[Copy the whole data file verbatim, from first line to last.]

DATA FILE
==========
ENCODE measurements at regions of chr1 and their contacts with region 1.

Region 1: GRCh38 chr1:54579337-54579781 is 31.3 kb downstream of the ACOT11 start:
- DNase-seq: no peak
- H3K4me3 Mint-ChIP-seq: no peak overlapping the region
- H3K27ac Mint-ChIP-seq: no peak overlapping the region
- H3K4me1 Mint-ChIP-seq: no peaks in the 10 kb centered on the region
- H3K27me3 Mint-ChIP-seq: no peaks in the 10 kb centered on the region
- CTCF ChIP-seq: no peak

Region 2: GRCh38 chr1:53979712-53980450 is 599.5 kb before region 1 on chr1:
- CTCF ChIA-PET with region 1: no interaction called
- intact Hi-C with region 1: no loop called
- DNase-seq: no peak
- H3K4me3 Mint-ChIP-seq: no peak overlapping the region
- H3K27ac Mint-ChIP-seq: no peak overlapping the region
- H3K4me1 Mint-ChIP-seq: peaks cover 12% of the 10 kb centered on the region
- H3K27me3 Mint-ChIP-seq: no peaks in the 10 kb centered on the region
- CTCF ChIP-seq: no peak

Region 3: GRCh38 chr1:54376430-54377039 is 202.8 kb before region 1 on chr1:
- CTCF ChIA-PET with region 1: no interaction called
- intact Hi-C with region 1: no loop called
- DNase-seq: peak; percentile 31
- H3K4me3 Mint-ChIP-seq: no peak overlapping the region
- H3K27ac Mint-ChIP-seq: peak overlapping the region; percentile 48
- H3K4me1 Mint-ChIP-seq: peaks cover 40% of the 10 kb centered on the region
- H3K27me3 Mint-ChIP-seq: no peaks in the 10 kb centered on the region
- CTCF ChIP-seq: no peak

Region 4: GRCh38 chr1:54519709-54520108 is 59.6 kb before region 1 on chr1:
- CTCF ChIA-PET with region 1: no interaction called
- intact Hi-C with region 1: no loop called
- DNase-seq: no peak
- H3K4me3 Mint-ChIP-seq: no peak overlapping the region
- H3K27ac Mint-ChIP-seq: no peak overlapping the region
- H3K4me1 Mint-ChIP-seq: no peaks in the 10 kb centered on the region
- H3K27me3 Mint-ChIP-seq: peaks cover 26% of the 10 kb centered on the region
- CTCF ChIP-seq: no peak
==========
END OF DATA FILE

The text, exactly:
ENCODE measurements at regions of chr1 and their contacts with region 1.

Region 1: GRCh38 chr1:54579337-54579781 is 31.3 kb downstream of the ACOT11 start:
- DNase-seq: no peak
- H3K4me3 Mint-ChIP-seq: no peak overlapping the region
- H3K27ac Mint-ChIP-seq: no peak overlapping the region
- H3K4me1 Mint-ChIP-seq: no peaks in the 10 kb centered on the region
- H3K27me3 Mint-ChIP-seq: no peaks in the 10 kb centered on the region
- CTCF ChIP-seq: no peak

Region 2: GRCh38 chr1:53979712-53980450 is 599.5 kb before region 1 on chr1:
- CTCF ChIA-PET with region 1: no interaction called
- intact Hi-C with region 1: no loop called
- DNase-seq: no peak
- H3K4me3 Mint-ChIP-seq: no peak overlapping the region
- H3K27ac Mint-ChIP-seq: no peak overlapping the region
- H3K4me1 Mint-ChIP-seq: peaks cover 12% of the 10 kb centered on the region
- H3K27me3 Mint-ChIP-seq: no peaks in the 10 kb centered on the region
- CTCF ChIP-seq: no peak

Region 3: GRCh38 chr1:54376430-54377039 is 202.8 kb before region 1 on chr1:
- CTCF ChIA-PET with region 1: no interaction called
- intact Hi-C with region 1: no loop called
- DNase-seq: peak; percentile 31
- H3K4me3 Mint-ChIP-seq: no peak overlapping the region
- H3K27ac Mint-ChIP-seq: peak overlapping the region; percentile 48
- H3K4me1 Mint-ChIP-seq: peaks cover 40% of the 10 kb centered on the region
- H3K27me3 Mint-ChIP-seq: no peaks in the 10 kb centered on the region
- CTCF ChIP-seq: no peak

Region 4: GRCh38 chr1:54519709-54520108 is 59.6 kb before region 1 on chr1:
- CTCF ChIA-PET with region 1: no interaction called
- intact Hi-C with region 1: no loop called
- DNase-seq: no peak
- H3K4me3 Mint-ChIP-seq: no peak overlapping the region
- H3K27ac Mint-ChIP-seq: no peak overlapping the region
- H3K4me1 Mint-ChIP-seq: no peaks in the 10 kb centered on the region
- H3K27me3 Mint-ChIP-seq: peaks cover 26% of the 10 kb centered on the region
- CTCF ChIP-seq: no peak